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AN INTRODUCTION TO FUEL CELLS AND HYDROGEN TECHNOLOGY

AN INTRODUCTION TO FUEL CELLS AND HYDROGEN TECHNOLOGY

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 AN INTRODUCTION TO FUEL CELLS AND HYDROGEN TECHNOLOGY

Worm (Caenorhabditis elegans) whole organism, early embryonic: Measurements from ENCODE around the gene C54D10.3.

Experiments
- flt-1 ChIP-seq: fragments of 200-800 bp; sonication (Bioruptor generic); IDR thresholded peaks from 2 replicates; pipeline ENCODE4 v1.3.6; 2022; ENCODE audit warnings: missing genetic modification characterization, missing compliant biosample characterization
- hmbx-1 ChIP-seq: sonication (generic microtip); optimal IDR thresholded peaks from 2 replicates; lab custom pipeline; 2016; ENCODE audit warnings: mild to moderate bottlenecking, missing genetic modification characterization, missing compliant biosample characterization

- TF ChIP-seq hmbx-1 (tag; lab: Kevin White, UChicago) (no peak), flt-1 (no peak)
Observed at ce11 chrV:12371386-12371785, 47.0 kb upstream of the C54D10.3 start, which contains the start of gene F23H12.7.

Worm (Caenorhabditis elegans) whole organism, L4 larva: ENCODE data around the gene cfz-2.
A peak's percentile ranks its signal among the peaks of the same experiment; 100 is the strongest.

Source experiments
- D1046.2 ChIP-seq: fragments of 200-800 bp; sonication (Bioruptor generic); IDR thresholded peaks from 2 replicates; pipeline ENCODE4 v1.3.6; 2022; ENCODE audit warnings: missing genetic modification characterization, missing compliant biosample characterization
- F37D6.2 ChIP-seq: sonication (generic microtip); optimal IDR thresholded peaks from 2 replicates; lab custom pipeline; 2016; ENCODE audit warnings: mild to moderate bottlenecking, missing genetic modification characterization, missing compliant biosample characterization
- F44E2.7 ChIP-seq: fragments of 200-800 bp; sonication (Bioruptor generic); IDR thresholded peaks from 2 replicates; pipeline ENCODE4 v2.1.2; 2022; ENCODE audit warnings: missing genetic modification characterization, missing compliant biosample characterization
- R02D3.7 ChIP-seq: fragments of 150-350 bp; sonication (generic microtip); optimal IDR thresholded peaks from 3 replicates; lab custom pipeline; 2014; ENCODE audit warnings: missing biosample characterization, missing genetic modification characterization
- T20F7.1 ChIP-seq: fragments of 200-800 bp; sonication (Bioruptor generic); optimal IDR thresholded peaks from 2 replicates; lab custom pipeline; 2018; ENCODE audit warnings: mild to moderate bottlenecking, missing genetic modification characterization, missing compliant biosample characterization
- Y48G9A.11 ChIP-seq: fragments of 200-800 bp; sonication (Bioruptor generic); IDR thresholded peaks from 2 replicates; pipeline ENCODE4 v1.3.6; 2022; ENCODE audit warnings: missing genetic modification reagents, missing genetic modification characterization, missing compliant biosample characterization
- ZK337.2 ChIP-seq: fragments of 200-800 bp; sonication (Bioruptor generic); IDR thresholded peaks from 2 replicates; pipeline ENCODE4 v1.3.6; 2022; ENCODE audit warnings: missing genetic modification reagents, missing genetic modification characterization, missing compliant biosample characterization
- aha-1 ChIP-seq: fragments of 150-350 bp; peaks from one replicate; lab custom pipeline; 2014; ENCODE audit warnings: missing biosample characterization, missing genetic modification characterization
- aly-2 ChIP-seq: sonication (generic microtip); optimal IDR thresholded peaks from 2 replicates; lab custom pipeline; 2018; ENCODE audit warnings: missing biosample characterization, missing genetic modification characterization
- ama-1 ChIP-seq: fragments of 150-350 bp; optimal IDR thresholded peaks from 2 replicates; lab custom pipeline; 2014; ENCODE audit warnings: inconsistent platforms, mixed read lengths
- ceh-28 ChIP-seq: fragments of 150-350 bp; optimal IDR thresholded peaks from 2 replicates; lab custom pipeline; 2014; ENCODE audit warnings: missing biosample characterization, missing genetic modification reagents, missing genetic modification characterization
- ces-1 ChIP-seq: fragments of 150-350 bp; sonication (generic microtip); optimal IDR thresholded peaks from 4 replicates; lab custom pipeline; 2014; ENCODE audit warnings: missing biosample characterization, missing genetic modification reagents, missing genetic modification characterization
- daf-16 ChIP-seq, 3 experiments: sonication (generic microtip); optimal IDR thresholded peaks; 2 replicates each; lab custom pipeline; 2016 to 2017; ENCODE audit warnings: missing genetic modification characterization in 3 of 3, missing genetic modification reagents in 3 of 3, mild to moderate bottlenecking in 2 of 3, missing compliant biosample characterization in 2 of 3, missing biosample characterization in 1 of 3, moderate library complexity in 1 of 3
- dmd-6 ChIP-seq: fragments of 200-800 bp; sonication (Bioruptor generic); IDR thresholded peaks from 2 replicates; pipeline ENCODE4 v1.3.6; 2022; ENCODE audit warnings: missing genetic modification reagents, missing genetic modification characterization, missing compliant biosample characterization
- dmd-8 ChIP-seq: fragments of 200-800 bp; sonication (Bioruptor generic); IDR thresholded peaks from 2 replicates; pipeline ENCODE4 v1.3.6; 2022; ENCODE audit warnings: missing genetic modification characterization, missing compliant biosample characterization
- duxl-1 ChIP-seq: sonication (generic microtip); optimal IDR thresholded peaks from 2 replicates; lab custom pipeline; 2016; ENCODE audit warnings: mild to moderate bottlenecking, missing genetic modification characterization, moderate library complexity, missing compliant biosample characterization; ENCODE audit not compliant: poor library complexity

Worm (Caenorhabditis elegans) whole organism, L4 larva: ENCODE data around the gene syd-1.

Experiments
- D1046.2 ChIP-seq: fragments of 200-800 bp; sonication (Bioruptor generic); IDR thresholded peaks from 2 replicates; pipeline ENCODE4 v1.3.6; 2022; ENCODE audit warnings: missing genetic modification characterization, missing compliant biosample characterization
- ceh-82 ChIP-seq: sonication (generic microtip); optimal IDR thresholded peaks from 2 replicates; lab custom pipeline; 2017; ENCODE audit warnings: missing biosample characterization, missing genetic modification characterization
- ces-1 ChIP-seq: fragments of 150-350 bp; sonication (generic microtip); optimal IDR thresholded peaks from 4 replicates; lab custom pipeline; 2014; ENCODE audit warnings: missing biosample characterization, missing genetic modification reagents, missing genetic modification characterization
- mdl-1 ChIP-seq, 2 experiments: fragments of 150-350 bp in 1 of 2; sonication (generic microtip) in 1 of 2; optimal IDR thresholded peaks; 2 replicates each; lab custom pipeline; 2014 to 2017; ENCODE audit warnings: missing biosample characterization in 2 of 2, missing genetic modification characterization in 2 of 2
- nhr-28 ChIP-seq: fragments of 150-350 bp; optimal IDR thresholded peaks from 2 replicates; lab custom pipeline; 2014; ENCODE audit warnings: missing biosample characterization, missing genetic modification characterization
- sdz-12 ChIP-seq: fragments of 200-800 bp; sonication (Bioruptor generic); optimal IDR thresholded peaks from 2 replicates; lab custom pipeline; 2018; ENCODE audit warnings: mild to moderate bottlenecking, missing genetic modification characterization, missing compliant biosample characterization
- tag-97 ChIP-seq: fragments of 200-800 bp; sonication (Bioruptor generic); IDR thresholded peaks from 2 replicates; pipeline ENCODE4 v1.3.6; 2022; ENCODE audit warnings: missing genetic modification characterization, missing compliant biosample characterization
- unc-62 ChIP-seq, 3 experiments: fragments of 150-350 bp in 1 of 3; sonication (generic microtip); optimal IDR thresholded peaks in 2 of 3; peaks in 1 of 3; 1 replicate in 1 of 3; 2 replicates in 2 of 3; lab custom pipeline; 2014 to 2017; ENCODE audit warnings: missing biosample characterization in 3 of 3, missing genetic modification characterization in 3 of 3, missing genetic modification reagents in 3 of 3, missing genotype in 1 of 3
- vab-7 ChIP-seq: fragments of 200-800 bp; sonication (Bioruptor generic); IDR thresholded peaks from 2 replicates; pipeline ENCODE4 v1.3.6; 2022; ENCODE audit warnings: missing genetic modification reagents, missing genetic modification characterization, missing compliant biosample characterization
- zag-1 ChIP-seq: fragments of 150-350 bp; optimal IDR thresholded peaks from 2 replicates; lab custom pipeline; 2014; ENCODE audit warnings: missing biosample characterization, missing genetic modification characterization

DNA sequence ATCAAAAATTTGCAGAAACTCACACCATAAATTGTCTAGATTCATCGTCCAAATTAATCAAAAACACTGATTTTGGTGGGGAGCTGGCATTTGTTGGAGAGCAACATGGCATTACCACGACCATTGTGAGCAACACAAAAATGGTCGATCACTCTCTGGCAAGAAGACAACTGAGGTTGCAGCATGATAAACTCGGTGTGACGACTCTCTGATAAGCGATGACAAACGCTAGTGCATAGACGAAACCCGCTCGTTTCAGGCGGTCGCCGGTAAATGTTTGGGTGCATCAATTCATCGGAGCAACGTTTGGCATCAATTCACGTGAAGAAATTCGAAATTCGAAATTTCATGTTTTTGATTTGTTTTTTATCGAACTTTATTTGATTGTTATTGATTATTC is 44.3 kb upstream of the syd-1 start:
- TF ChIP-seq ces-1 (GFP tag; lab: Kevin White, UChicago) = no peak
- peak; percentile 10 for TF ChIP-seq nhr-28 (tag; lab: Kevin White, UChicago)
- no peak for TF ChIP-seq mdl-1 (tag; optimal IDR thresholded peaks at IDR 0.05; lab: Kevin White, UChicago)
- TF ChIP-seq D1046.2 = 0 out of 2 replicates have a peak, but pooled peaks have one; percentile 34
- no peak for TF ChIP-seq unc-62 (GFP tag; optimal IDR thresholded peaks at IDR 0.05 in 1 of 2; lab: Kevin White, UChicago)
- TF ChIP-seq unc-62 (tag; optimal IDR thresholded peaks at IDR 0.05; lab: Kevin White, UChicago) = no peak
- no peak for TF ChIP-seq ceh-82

Brian Cook Heliocentris3652 West 5th AvenueVancouver, BC V6R-1S2CanadaDecember 2001
 
AN INTRODUCTION TO FUEL CELLS AND HYDROGEN TECHNOLOGY
ii
TABLE OF CONTENTS